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Commonwealth v. Toomer

Superior Court of Pennsylvania

April 17, 2017

COMMONWEALTH OF PENNSYLVANIA Appellee
v.
DELROY R. TOOMER Appellant

         Appeal from the Judgment of Sentence March 1, 2016 In the Court of Common Pleas of Luzerne County Criminal Division at No(s): CP-40-CR-0001686-2015

          BEFORE: LAZARUS, J., SOLANO, J., and PLATT, J. [*]

          OPINION

          LAZARUS, J.

         Delroy R. Toomer appeals from the judgment of sentence, imposed in the Court of Common Pleas of Luzerne County, after a jury convicted him of carrying a firearm without a license[1] and tampering with physical evidence.[2]Upon careful review, we affirm.

         On April 1, 2015, Toomer was driving his Infiniti in Wilkes-Barre. Toomer's friend, Jason Rowe, was a passenger in a Nissan Altima driving just in front of Toomer's vehicle. At some point, Toomer's wife, Angelic, realized she had left one of her firearms, for which she was licensed, in the Altima. Toomer called Rowe and asked him to pull over so they could retrieve Angelic's gun. Toomer went to obtain the gun and, during the exchange between Rowe and Toomer, the gun discharged, hitting Rowe in his right side.[3] Toomer grabbed the gun, returned to his vehicle, and instructed Angelic to drive Rowe to the hospital in Rowe's vehicle. Toomer testified that he did not drive Rowe to the hospital himself because he "didn't want to drive. I ain't got a license, and to speed off to get [Rowe] to the hospital. I [didn't] want to drive and get pulled over." N.T. Trial, 1/11/16, at 107.

         After Angelic drove off toward the hospital, Toomer realized that she had left her purse, containing her firearms, [4] in his car. Toomer, who was not licensed to carry a firearm, decided to take the guns to his apartment. Upon arrival there, Toomer placed Angelic's purse on the counter and left. Angelic subsequently called him indicating she needed her wallet, so Toomer returned home and removed the guns from her purse, placed them on the counter, and took the purse to Angelic at the hospital.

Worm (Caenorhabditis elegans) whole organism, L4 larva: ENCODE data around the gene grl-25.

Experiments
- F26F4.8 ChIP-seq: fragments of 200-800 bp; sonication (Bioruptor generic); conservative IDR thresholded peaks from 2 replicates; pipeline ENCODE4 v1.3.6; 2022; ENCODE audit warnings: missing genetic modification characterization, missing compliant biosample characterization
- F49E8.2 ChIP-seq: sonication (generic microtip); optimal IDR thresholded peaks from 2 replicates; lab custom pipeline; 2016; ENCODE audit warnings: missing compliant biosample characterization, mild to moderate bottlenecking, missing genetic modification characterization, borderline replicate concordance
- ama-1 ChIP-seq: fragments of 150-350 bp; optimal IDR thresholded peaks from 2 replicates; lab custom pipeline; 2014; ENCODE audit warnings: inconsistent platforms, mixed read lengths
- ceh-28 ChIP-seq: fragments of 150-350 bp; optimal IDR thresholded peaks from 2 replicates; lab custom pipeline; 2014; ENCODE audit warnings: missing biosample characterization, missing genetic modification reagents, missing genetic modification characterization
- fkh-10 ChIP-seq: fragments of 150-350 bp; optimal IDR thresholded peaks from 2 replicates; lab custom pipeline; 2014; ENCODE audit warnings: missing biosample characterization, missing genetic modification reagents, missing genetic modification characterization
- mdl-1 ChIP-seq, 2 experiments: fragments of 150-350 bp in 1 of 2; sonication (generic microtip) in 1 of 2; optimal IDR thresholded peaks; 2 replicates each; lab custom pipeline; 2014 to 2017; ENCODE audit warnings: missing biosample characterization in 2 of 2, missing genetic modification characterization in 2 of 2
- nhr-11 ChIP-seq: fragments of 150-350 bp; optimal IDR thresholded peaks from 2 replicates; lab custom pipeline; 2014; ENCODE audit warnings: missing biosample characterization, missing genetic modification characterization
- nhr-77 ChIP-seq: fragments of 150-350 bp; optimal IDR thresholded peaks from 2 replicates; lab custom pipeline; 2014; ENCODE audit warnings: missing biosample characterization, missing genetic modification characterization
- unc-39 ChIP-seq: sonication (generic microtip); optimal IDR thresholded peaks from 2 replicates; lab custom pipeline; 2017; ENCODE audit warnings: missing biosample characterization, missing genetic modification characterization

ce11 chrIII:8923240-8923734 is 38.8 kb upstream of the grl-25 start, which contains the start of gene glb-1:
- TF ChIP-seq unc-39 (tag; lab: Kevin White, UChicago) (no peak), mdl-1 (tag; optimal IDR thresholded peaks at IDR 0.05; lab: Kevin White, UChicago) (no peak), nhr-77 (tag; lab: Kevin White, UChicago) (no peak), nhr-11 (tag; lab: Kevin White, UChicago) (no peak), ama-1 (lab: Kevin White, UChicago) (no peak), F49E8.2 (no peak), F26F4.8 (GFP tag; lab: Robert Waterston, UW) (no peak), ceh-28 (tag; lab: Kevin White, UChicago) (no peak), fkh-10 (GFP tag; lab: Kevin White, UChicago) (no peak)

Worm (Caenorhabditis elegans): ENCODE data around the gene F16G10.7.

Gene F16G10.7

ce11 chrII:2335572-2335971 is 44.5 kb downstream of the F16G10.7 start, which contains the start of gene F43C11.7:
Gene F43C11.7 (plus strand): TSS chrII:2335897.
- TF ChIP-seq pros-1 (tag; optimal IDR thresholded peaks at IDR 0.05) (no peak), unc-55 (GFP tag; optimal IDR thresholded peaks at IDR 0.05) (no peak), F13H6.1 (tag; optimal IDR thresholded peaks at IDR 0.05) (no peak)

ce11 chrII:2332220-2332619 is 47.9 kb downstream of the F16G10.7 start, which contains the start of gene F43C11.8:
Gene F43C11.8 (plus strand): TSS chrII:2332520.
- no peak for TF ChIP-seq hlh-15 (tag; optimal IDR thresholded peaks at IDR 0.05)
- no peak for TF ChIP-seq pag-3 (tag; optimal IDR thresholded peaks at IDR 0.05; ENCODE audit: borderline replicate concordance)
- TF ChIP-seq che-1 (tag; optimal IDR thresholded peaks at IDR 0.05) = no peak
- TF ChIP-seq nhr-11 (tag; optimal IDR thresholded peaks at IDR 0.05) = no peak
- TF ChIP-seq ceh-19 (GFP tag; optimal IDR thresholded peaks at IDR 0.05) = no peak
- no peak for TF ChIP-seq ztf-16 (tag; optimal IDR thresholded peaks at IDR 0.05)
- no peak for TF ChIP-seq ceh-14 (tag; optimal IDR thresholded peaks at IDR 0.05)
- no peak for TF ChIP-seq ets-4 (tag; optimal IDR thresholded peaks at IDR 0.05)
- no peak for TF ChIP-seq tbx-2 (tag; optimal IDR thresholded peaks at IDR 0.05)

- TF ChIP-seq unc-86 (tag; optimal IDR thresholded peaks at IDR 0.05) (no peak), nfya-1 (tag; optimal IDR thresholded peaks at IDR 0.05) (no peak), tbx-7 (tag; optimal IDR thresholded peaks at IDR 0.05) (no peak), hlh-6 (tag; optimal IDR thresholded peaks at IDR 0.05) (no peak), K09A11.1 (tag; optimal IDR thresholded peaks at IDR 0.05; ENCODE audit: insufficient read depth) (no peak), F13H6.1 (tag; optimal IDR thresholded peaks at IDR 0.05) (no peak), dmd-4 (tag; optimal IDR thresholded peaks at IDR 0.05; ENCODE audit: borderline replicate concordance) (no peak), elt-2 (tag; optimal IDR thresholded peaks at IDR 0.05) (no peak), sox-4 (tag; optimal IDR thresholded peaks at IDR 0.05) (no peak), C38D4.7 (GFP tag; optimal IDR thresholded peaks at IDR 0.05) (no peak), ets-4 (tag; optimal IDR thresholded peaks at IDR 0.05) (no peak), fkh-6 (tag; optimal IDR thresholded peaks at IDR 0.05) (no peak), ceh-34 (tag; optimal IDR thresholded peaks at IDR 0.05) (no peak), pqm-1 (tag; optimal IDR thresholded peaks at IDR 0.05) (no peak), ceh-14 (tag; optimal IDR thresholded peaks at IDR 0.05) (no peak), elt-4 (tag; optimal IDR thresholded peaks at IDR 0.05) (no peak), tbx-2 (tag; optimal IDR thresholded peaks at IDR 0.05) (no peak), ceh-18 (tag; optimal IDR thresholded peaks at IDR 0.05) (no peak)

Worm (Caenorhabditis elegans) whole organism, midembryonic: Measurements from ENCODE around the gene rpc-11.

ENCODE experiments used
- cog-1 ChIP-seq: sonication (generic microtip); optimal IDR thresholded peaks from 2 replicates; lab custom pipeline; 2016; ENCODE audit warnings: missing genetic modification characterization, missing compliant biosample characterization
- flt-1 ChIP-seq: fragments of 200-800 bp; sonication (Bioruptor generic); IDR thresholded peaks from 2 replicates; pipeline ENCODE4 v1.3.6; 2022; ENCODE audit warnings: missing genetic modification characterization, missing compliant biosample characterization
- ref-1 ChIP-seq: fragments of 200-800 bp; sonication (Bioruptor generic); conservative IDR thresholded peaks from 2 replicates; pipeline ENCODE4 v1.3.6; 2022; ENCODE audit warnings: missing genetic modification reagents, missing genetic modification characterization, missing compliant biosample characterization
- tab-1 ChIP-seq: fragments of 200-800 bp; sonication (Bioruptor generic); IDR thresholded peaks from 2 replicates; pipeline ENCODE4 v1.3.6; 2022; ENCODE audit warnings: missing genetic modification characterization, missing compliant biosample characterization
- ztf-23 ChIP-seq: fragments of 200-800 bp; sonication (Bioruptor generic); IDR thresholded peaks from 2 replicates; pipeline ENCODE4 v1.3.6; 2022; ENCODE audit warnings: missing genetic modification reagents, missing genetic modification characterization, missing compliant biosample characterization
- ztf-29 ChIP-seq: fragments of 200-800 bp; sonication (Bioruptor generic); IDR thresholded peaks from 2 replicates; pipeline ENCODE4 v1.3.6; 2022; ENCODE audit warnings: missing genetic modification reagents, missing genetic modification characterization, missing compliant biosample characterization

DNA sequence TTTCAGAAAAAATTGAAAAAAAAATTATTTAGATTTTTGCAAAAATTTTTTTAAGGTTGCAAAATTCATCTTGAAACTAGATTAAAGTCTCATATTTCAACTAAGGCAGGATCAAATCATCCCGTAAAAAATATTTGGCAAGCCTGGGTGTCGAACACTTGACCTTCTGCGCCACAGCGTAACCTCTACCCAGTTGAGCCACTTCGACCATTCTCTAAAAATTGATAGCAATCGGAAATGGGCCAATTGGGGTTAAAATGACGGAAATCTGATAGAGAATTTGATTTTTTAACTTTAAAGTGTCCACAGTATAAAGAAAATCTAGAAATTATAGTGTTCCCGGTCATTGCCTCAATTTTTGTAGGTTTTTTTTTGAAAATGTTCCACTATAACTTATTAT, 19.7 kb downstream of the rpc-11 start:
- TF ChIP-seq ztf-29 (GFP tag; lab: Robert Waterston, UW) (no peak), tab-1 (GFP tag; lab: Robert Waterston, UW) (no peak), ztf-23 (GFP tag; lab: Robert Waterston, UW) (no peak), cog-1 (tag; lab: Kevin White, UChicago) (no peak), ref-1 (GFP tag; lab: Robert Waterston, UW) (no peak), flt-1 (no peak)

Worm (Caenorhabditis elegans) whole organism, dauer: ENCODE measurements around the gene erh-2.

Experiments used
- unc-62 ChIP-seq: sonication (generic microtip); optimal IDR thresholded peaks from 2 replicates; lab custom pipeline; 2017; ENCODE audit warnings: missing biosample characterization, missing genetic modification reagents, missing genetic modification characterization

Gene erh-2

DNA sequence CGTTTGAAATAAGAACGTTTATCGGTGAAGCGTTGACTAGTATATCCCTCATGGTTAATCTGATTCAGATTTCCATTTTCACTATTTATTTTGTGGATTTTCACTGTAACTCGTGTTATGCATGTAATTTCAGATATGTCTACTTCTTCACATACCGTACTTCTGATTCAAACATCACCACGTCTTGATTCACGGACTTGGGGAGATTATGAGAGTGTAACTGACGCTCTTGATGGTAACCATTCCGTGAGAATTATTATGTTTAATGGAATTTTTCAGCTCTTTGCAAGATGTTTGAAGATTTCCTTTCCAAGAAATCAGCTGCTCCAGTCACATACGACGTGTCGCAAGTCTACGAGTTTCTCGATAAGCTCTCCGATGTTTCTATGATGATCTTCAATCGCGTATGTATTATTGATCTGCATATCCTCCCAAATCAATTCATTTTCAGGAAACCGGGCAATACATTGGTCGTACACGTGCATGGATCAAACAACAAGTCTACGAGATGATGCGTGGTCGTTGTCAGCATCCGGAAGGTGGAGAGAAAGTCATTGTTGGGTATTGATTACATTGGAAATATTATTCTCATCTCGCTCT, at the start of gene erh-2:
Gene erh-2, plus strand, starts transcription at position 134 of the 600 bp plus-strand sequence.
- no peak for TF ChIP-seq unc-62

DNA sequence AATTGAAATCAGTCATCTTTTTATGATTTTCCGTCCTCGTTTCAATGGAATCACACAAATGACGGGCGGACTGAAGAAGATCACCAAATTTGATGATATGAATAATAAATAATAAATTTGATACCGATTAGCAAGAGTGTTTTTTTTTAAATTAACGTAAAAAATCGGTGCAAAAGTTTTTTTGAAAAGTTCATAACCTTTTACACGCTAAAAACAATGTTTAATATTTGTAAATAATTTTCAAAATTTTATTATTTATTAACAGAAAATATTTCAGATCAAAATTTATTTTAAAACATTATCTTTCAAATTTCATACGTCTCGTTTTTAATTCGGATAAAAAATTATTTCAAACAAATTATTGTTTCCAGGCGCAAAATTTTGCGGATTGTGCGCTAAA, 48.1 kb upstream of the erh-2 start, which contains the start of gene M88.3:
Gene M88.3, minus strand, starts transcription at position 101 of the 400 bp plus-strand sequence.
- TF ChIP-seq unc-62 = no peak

Police were notified that a shooting victim had been taken to Wilkes-Barre General Hospital and were dispatched to that location. Wilkes-Barre Police Detective Charles Jensen interviewed Angelic Toomer, who gave him permission to search the couple's apartment. Detective Jensen and his partner searched the residence and found the firearms; one was located on the kitchen counter and the other was found on top of the refrigerator.

         Detective Jensen interviewed Toomer at police headquarters. At first, Toomer told him that Angelic had been retrieving the firearm from Rowe when it discharged. However, Detective Jensen testified that when he "confronted him that [his story] wasn't adding up and it wasn't consistent with the other information we were receiving, he gave us what we believed to be the truth and what the evidence corroborated." N.T. Trial, 1/11/16, at 61. Toomer was subsequently charged with the above offenses.

         After the trial court denied an oral motion to dismiss the firearms charge as a de minimis violation under 18 Pa.C.S.A. § 312, a jury found Toomer guilty of both charges. On March 1, 2016, the trial court sentenced Toomer to a term of 15 to 30 months' imprisonment on the firearms conviction, with a concurrent 12 months of probation for tampering. This timely appeal follows, in which Toomer presents the following issues for our review:

1. Whether the trial court erred in not granting counsel's [m]otion to [d]ismiss [c]arrying a [f]irearm without a [l]icense as a [d]e [m]inim[i]s infraction?
2. Whether the Commonwealth failed to present evidence sufficient to prove beyond a reasonable doubt that [Toomer] was guilty of one count of [t]ampering with[e]vidence pursuant to 18 Pa.C.S.A. § [4910(1)]?

Brief of Appellant, at 1.

          Toomer first asserts that the trial court erred in denying his motion to dismiss the charge of carrying a firearm without a license as de minimis pursuant to section 312. We review a trial court's refusal to dismiss an infraction as de minimis for an abuse of discretion. Commonwealth v. Lutes, 793 A.2d 949, 963 (Pa. Super. 2002), citing Commonwealth v. Przybyla, 722 A.2d 183 (Pa. Super. 1998). "An abuse of discretion is more than just an error in judgment and, on appeal, the trial court will not be found to have abused its discretion unless the record discloses that the judgment ...


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